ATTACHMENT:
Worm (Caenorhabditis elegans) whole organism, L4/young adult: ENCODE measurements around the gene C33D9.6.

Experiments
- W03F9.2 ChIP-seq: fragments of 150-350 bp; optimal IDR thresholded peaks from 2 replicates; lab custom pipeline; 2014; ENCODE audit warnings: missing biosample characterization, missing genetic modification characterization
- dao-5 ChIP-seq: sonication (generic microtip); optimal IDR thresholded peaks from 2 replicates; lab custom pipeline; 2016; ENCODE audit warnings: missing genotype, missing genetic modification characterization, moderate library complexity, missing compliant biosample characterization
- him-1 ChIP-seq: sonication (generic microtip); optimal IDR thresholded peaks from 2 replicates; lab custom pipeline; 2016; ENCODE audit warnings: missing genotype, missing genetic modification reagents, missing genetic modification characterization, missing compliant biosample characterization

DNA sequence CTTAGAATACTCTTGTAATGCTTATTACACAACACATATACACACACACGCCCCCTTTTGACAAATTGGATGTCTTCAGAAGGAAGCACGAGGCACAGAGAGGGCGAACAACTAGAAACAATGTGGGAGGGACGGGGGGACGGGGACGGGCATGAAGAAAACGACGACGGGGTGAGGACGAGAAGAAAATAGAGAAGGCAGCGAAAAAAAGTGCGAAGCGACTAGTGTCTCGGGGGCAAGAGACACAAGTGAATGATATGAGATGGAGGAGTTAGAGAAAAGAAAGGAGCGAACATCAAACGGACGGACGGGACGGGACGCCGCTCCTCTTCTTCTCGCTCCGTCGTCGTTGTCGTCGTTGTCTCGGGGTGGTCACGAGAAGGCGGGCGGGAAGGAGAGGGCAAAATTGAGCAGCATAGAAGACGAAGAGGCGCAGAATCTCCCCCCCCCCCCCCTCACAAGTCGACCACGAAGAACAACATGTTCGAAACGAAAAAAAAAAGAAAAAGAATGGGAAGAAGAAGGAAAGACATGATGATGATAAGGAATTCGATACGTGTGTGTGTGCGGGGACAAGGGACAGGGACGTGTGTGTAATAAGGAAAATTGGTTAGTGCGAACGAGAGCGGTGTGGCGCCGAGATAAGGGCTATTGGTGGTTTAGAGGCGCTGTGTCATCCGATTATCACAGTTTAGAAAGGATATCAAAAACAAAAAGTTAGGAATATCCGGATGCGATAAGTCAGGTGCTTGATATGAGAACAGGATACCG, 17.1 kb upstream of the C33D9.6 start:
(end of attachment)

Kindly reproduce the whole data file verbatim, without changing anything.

Worm (Caenorhabditis elegans) whole organism, L4/young adult: ENCODE measurements around the gene C33D9.6.

Experiments
- W03F9.2 ChIP-seq: fragments of 150-350 bp; optimal IDR thresholded peaks from 2 replicates; lab custom pipeline; 2014; ENCODE audit warnings: missing biosample characterization, missing genetic modification characterization
- dao-5 ChIP-seq: sonication (generic microtip); optimal IDR thresholded peaks from 2 replicates; lab custom pipeline; 2016; ENCODE audit warnings: missing genotype, missing genetic modification characterization, moderate library complexity, missing compliant biosample characterization
- him-1 ChIP-seq: sonication (generic microtip); optimal IDR thresholded peaks from 2 replicates; lab custom pipeline; 2016; ENCODE audit warnings: missing genotype, missing genetic modification reagents, missing genetic modification characterization, missing compliant biosample characterization

DNA sequence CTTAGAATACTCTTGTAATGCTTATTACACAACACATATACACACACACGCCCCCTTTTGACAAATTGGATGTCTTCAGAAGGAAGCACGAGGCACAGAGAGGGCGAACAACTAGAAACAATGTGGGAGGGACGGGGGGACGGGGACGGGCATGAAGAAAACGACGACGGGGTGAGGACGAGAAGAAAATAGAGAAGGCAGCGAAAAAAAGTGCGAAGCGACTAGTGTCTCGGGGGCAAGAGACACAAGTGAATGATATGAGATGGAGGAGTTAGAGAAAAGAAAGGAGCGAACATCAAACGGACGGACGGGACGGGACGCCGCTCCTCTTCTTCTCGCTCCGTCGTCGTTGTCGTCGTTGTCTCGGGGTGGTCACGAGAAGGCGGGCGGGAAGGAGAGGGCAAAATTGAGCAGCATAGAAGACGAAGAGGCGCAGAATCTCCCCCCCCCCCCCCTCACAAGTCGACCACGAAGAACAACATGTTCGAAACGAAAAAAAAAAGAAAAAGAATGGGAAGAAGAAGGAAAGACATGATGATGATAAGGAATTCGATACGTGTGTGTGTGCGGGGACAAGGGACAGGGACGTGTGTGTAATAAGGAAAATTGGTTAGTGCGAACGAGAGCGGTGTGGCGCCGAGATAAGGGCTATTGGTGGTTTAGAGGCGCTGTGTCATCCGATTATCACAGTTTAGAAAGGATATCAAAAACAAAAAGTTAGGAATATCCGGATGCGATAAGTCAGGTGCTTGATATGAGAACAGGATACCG, 17.1 kb upstream of the C33D9.6 start: